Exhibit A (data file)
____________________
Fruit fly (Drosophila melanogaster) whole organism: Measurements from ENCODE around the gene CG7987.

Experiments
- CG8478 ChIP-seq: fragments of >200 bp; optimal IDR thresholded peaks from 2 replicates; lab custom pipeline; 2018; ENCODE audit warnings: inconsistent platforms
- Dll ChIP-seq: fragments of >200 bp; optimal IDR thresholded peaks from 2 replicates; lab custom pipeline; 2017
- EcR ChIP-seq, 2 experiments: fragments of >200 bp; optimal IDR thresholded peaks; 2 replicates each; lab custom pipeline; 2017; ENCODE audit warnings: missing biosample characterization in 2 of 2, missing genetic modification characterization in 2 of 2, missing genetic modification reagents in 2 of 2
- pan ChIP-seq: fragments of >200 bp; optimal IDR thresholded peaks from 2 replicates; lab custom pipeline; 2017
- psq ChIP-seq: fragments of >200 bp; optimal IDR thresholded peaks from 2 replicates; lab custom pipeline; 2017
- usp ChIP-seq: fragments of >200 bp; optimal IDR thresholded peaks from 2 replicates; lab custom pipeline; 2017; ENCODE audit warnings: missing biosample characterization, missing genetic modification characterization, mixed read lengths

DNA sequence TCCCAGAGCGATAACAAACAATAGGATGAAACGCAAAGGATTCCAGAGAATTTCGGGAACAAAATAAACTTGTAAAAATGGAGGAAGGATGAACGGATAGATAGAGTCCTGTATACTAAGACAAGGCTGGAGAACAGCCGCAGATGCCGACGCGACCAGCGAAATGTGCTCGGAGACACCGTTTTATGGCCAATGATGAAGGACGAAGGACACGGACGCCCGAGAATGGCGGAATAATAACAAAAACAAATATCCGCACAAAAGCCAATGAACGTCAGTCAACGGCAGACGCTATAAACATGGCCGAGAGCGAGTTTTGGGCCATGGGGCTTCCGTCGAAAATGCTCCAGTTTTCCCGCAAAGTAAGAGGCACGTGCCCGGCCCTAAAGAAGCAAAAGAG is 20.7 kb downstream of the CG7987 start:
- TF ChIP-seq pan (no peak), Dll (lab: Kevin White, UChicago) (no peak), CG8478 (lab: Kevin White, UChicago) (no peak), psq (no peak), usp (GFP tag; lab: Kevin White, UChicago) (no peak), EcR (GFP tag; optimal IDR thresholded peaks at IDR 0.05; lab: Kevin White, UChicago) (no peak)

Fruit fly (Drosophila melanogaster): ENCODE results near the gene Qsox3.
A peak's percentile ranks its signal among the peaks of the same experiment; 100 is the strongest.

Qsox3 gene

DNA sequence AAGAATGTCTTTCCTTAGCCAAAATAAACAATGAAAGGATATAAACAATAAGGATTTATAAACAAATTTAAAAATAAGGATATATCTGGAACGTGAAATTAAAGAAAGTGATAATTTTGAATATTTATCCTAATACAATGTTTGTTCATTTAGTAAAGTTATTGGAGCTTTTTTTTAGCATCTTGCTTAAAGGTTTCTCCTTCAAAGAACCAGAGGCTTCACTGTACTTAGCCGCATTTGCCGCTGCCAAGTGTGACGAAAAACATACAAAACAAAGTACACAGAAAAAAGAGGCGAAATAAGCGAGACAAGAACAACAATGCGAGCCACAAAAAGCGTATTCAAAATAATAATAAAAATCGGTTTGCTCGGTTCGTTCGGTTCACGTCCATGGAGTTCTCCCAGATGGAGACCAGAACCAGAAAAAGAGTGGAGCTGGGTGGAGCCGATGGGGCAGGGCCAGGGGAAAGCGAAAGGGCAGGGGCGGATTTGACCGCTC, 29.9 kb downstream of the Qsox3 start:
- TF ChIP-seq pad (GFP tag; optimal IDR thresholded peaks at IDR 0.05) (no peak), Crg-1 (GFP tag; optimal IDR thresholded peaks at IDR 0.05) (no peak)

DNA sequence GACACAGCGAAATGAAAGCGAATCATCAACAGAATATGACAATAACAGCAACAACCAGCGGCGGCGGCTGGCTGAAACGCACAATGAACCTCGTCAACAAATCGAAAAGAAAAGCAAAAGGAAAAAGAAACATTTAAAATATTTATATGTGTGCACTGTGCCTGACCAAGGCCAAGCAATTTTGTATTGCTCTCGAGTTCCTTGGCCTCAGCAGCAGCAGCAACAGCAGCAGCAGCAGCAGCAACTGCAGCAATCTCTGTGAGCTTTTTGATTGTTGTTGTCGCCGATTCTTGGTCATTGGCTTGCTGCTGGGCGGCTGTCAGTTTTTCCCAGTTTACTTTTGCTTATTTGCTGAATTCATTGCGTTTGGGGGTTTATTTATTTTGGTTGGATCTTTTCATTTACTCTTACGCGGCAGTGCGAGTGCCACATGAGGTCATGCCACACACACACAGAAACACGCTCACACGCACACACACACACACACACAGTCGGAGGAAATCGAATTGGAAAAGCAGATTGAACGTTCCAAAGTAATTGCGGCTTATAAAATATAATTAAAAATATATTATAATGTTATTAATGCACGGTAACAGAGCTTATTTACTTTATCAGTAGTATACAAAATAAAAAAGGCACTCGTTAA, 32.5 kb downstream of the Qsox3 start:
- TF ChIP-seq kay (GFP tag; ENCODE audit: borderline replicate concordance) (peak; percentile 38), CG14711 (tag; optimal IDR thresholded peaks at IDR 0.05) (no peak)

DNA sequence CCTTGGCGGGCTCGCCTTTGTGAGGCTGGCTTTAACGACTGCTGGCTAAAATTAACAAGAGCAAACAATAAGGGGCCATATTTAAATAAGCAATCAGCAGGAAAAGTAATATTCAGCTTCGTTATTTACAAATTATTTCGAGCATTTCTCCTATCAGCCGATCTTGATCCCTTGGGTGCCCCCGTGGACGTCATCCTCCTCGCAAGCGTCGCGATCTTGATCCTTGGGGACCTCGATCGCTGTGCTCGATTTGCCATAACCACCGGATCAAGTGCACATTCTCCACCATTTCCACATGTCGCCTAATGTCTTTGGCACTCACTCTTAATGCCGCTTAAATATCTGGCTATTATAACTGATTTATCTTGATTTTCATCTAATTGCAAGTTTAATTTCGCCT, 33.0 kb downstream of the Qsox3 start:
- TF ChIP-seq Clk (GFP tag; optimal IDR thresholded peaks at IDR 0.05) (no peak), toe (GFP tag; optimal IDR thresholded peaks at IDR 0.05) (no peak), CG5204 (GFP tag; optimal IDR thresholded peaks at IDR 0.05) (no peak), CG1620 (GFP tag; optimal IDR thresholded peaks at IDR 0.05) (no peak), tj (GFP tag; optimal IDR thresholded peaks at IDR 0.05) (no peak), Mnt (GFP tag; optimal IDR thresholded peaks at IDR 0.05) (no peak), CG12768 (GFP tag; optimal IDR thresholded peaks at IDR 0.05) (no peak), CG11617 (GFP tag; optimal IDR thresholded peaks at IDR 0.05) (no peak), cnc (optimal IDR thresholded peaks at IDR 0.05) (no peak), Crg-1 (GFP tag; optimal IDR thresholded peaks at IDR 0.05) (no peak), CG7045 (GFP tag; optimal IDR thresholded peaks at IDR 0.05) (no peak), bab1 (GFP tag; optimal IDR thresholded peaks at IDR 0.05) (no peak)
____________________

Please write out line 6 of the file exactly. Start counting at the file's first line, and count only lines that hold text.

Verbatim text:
- pan ChIP-seq: fragments of >200 bp; optimal IDR thresholded peaks from 2 replicates; lab custom pipeline; 2017